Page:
The New Start Journal
Vol 2. Issue 3
Supermarkets begin switch to automated workforces
Coles and Woolworths have announced new “electronic workforces”.
Powerful new automation technologies, such as machine learning, artificial intelligence and advanced robotics, are beginning to transform the Australian economy and have now spread to the $3 billion online grocery market.
This week, Coles have announced they will be launching a new “electronic workforce” by 2023, while Woolworths have begun first tests of their new automated warehouse, leaving experts concerned that a trend in advancing technology may cost Australians over five million jobs.
COLES MOVES TO AUTOMATION
In Australia, online grocery sales are expected to hit $3.3 billion this year, and is continuing to grow.
Looking to capitalise on this growth, Coles has announced plans this week to build new automated warehouses (valued at close to $1 billion), overseen by an electronic robot workforce.
The company has struck a deal with British online supermarket group Ocado to run its website and distribution warehouses by 2023, which will double home-delivery capacity.
Ocado was founded in 2000 by three former Goldman Sachs bankers and now has a 20 per cent share of the multi-billion dollar online grocery market.
The organisation, a food retailer which is transforming into a global digital technology company, will install and maintain equipment and provide Coles with its smart platform technology, including a new grocery system, automated single-pick fulfillment technology and home-delivery solutions.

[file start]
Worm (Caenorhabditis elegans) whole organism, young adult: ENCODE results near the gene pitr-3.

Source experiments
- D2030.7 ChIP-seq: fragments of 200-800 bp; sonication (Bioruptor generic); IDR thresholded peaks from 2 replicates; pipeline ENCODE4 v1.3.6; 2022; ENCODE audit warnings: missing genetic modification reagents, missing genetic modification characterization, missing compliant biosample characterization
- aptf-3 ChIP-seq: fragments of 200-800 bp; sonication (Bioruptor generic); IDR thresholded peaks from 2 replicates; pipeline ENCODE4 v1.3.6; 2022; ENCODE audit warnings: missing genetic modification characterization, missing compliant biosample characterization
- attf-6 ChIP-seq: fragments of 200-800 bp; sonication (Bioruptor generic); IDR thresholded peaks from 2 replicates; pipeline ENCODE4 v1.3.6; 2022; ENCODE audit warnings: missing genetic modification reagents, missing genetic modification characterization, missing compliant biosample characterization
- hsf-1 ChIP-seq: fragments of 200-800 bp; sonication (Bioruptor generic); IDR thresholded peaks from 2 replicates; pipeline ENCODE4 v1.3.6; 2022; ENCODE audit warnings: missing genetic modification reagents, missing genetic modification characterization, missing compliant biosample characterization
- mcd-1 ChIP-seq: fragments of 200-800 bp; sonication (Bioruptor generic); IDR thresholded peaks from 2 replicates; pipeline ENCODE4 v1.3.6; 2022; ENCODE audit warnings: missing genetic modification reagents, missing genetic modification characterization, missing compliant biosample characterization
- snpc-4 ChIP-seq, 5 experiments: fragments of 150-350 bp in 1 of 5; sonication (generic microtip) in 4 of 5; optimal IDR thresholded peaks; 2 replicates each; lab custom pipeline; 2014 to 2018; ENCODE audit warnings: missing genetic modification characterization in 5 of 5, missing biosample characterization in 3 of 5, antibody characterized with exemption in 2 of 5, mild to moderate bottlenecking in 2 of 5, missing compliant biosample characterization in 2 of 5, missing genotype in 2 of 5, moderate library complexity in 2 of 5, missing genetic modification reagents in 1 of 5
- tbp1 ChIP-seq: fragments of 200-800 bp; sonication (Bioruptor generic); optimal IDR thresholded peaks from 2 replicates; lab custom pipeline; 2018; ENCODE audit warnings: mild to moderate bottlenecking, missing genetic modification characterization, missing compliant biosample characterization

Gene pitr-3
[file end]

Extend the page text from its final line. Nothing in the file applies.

Under the agreement, after more than 18 months of negotiations, Coles have plans to launch a new website and build two highly automated “fulfillment centers” in Melbourne and Sydney, replacing five existing distribution outlets.
The facilities will each have approximately 1000 robots moving orders around and each will be able to handle products worth between $500 million and $750 million a year:
Both warehouses will come at a cost of as much as $150 million, with another $140 million set aside for ‘operational costs’, which may include redundancy packages.
The move is line with other similar announcements made this year by the supermarket giant, including partnering with Uber to allow customers to order “ready-to-eat”, “ready-to-heat” and “grab and go” options from Coles outlets.
Coles are expected to start operating in four years, with the move set to begin a long-term trend of automation transformation, according to Coles Managing Director, Steven Cain:
“We’re confident this will be a long-term relationship that’s rewarding for both companies.”
Steven expects the partnership with Ocado to boost Coles’ online sales by about $1 billion.
Despite the moves being met with praise for innovation this week, Coles’ largest competitor, Woolworths, is already leading the charge when it comes to the great automation shift.
WOOLWORTHS READY TO LAUNCH
Woolworths has tested the beginning stages of their new automated distribution warehouse this week, after completion of the facility in September 2018.
Woolworths was first to announce their transition to automation in April 2018, revealing a new $215 million fully automated facility that will be “the biggest and most advanced automated distribution centre in the southern hemisphere.”
The facility, tested or the first time this week on a 15.9-hectare site 35 kilometres south-east of the Melbourne CBD, promises to deliver in cost, savings and productivity for customers and distributors across the country:
The warehouse is owned by Charter Hall and leased to Woolworths for 20 years.